The list goes on and on… as does the ableism that makes me want to throat punch people.

You see, when you have invisible illnesses ~ illnesses that unless one is familiar with all the symptoms one would not suspect there is anything wrong and even when one is familiar they can still suspect or believe there is nothing wrong ~ no one jumps to your aid. It doesn’t matter if you’re seemingly young and healthy but barely able to hold your body upright and unable to walk without a cane or a walker. It doesn’t matter if you are seen struggling to get a credit card out of the wallet pockets because your hands don’t work right anymore. It doesn’t matter if your overly large handbag rattles from two dozen medicine bottles you have to keep with you at all times. It doesn’t matter if the look on your face speaks of the utter agony you’re living with and that someone stepped on your toe leaves you laying on the floor screaming in agony in the middle of the produce section. It doesn’t matter if the dog you have with you all the time is wearing a service dog vest and is alerting you to sit down immediately on the floor of a restaurant or bar so you don’t faint. It doesn’t matter that you have a handicap parking placard, people will still call you ugly words for parking in that spot because you can’t walk 20 feet without an assistive device or without stopping to sit and rest.

None of that matters because no one can see a visible reason for any of those things to happen.

If people can’t see what is wrong, there is obviously nothing wrong.

If there is nothing wrong, than you don’t need help.

*sigh*

Don’t get me wrong: I have a stubborn streak a mile wide and I don’t like being fussed over, but there were many times I needed help that no one stepped up to help me, whether they were strangers or even family and friends. Now that I have an amputation, however, and there is visual proof that there is something wrong with me, now people are falling over themselves to help me.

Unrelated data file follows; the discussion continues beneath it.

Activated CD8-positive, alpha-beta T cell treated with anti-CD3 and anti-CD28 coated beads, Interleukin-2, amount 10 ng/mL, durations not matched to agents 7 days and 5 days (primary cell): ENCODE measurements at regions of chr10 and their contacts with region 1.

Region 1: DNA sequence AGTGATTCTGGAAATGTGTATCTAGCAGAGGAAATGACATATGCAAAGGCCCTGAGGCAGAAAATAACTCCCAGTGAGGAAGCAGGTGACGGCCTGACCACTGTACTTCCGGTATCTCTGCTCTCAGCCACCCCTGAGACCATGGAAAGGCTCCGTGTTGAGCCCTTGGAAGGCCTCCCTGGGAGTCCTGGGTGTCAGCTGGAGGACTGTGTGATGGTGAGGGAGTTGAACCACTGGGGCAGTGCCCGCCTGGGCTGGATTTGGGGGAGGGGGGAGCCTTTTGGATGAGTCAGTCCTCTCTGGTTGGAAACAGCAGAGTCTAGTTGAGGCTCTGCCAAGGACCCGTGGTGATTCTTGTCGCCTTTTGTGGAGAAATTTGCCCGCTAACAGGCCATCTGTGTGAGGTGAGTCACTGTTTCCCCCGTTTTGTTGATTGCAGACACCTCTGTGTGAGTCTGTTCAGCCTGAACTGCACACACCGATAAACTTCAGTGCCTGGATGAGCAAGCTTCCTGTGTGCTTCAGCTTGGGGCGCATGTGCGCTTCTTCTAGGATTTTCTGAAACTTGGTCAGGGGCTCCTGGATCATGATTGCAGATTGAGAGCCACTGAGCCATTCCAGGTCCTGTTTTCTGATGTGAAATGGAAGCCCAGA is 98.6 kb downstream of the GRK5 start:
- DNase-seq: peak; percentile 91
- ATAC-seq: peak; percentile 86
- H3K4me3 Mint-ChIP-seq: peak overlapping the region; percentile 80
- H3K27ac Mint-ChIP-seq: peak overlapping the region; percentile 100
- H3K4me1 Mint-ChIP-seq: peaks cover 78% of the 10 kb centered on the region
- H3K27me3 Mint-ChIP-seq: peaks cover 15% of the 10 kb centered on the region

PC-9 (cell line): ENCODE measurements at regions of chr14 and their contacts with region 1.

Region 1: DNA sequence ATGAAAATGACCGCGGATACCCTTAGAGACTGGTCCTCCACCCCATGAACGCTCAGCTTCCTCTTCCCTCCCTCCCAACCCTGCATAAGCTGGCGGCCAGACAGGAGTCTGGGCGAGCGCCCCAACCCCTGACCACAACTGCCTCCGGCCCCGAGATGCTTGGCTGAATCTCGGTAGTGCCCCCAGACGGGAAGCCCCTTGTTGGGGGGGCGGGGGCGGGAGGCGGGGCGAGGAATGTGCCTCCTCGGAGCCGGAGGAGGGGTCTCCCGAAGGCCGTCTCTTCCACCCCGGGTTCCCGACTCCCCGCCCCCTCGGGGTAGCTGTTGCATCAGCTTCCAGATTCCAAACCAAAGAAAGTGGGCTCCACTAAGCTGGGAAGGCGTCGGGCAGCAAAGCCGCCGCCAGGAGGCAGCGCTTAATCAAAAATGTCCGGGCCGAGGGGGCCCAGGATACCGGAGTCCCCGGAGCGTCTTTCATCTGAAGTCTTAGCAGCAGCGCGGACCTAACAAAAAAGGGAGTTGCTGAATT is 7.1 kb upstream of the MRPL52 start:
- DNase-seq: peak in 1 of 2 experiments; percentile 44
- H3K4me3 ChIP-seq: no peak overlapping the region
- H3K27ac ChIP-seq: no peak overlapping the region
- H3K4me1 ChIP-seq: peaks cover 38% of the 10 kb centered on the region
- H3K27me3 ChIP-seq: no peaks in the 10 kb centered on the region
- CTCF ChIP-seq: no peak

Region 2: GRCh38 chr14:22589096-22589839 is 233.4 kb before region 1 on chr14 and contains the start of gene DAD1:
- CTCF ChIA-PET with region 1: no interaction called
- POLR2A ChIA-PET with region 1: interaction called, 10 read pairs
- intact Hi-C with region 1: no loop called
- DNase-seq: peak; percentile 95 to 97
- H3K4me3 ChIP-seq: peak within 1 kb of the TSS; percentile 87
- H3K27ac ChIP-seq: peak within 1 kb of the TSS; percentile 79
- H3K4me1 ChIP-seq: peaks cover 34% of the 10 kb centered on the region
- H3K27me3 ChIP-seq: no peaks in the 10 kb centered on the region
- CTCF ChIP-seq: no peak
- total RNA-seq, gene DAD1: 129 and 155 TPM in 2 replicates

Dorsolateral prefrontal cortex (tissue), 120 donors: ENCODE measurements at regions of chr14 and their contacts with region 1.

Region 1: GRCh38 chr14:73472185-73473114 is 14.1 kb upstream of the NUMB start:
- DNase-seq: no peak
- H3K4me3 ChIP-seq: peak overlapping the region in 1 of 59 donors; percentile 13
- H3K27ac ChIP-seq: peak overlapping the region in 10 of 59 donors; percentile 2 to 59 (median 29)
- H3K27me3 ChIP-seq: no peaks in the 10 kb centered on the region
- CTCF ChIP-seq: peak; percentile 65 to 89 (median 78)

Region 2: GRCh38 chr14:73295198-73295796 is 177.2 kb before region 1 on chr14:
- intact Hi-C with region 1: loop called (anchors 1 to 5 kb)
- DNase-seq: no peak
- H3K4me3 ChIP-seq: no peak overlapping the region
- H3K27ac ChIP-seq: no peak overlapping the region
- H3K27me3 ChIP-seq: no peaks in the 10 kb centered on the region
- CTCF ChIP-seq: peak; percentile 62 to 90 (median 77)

• Have the dying of two feet stepped on in the grocery store and lay on the floor in agony and screaming in pain… no one offers assistance. Get knocked over in the grocery store and knocked out of my wheelchair onto the floor… dozens of people jump in to help.

 

  • Unable to reach something on a top shelf while shopping with a walker while I had two feet, people bustled by and stared rudely. Wheel anywhere with a small shopping basket in my lap after the amputation and everyone wants to reach things for me.

 

  • Couldn’t get a fucking hand with dishes, cooking, or laundry when Frankenfoot was all necrotic rot and gangrene… Now people think it’s okay to just take things from my hands and take over whatever it is I was doing because I’m in a wheelchair and have one leg.

 

  • No one stopped to let me pass when I was on a walker with two legs, but now people stop and wait obscenely long amounts of time to let me pass since I have one leg.

 

  • No one insisted on pushing the wheelchair when I had two legs and needed to use it, but now people will just start pushing me even when I object.